On Oct. 30, former sitcom star, TV trailblazer and best-selling author Bill Cosby will come to Pittsburgh for a comedic performance at Heinz Hall. Well known for his controversial critiques of the African-American community, Cosby’s performance will throw seriousness aside for a night of laughs.

NIGHT OF A THOUSAND LAUGHS—On Oct. 30 at 5:30 p.m., Bill Cosby will take the stage at Heinz Hall. (Photo by Erinn Chalene Cosby)

“What value is a Black human being in his or her own neighborhood? People say ‘don’t say that; that’s dirty laundry,’ but we’re trying to save beautiful Black lives. We’re talking about your children, your beautiful Black children,” said Cosby in an exclusive interview with the New Pittsburgh Courier. “Of course, I’m not going to talk about that at Heinz Hall. We’re going to laugh. We’re going to close the doors and we’re going to laugh. We’re going to have a good time.”

Despite his promise to have the audience rolling in the aisles, Cosby took time to discuss the less comical problems in the Black community. Primary among them was Black-on- Black crime and the role families and the media play in continuing the violent cycle.

“I remember a chief of police saying to me, ‘every morning I get a call telling me something I don’t want to hear—that there’s been a shooting and a killing and that it’s a Black male aged 17-25 gunned down by another Black male aged 17-25,’” Cosby said. “We have to look at the guns and then the educational system, public schools, the interest and participation of the caregivers of the children—the parents, the education to the young men, the gangs that are there, how many gangs, and then what is the knowledge of the people about the gangs. Do they know why a kid belongs to a gang?”

Cosby rambled off a laundry list of factors contributing to the high incidence of Black-on-Black homicides, including poor educational systems in urban areas. Still, with all the outside factors, he was quick to place blame on parents, an opinion he has often been criticized for.

“There’s guns in the neighborhood. You need to do something that says get guns out of the neighborhood. A young boy with a pistol and no license is setting himself up to go to prison. Why does he have a gun and what good is having that gun?” Cosby said. “There is no excuse when they’re carting your child off to jail, which by the way is going to cost $42,000 a year, and you shake your head and say, ‘he was a good boy.’ I believe that, but someone was responsible for making sure he didn’t have a gun.”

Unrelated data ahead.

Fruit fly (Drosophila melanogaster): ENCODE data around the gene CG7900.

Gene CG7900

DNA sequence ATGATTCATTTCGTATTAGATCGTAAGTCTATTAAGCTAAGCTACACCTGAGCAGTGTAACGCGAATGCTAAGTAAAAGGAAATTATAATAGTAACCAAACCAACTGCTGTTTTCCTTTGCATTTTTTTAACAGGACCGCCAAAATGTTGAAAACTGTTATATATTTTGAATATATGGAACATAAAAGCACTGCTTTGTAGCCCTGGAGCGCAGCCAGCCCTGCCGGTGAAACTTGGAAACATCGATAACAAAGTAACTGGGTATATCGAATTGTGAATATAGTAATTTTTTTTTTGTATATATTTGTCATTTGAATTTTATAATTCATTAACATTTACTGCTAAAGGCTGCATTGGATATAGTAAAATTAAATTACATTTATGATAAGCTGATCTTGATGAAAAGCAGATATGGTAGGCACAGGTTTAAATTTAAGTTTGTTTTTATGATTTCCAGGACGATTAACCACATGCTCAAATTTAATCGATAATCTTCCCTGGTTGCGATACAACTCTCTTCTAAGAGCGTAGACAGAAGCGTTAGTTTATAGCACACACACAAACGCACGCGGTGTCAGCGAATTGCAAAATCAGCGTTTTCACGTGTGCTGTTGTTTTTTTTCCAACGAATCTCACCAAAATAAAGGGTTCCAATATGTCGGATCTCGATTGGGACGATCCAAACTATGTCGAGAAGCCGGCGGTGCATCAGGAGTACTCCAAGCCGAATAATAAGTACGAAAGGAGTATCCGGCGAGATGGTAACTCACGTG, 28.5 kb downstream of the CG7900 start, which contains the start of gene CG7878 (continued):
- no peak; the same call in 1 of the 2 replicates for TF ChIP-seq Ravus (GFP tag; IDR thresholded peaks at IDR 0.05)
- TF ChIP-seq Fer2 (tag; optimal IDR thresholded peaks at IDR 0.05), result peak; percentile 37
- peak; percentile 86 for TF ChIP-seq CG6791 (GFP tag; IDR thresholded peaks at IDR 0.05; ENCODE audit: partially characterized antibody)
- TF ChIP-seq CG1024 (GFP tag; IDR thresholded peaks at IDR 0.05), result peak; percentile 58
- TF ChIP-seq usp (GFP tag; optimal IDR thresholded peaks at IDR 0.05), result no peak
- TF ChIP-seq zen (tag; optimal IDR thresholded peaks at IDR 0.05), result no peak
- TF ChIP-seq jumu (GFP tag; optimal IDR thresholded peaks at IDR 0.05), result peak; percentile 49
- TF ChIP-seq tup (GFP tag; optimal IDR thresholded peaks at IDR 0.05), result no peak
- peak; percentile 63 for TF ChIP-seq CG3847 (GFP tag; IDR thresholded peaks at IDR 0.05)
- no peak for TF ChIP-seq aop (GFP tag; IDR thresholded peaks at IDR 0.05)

Cosby also blamed African-American celebrities for sending negative messages to young Black youths. In particular he mentioned Russell Simmons, a well-known African-American entrepre­neur and co-founder of the hip-hop recording label, Def Jam Recordings.

“One of the problems with Simmons and some people like him is how they have set a philosophy and put it where young people think it’s hip not to know their history,” Cosby said. “They don’t want to hear anything from old people. We need older people to talk to them about why at age 14 are you not using protection if you’re having sex. What is conservative about not telling our children about things they already see on TV. Who are you fooling? I know that for Mr. Simmons, it means a lot of money because then he can still sell his profanity records.”

However, Cosby was not only critical of the music produced by Simmons and others in the hip-hop industry. In fact, he said he found it difficult to find value in any of today’s Black entertainment. He was especially critical of profanity on television channels such as HBO and Comedy Central.

“If I don’t like people using profanity for no other reason except to use it as exclamation or timing, why would I tune into HBO? They have people cursing and it’s not funny period,” Cosby said. “The only way you can get on it seems is if you have a nasty mouth; you don’t even have to be funny. It’s not my taste.”

When discussing Black programming today, Cosby reminisced to his time spent with his award-winning sitcom, “The Cosby Show,” and the struggles he endured to bring quality Black programming, to television.

“The show began 25 years ago and they didn’t want it then. The reason I wanted to do a sitcom was because of what I saw as the foolishness of what they were presenting as family situational comedy,” Cosby said. “The question is always the same, what about Black shows. The apathy of the people in terms of what is on and what will be put on, is the reason this continues.”

Also On New Pittsburgh Courier:
comments – Add Yours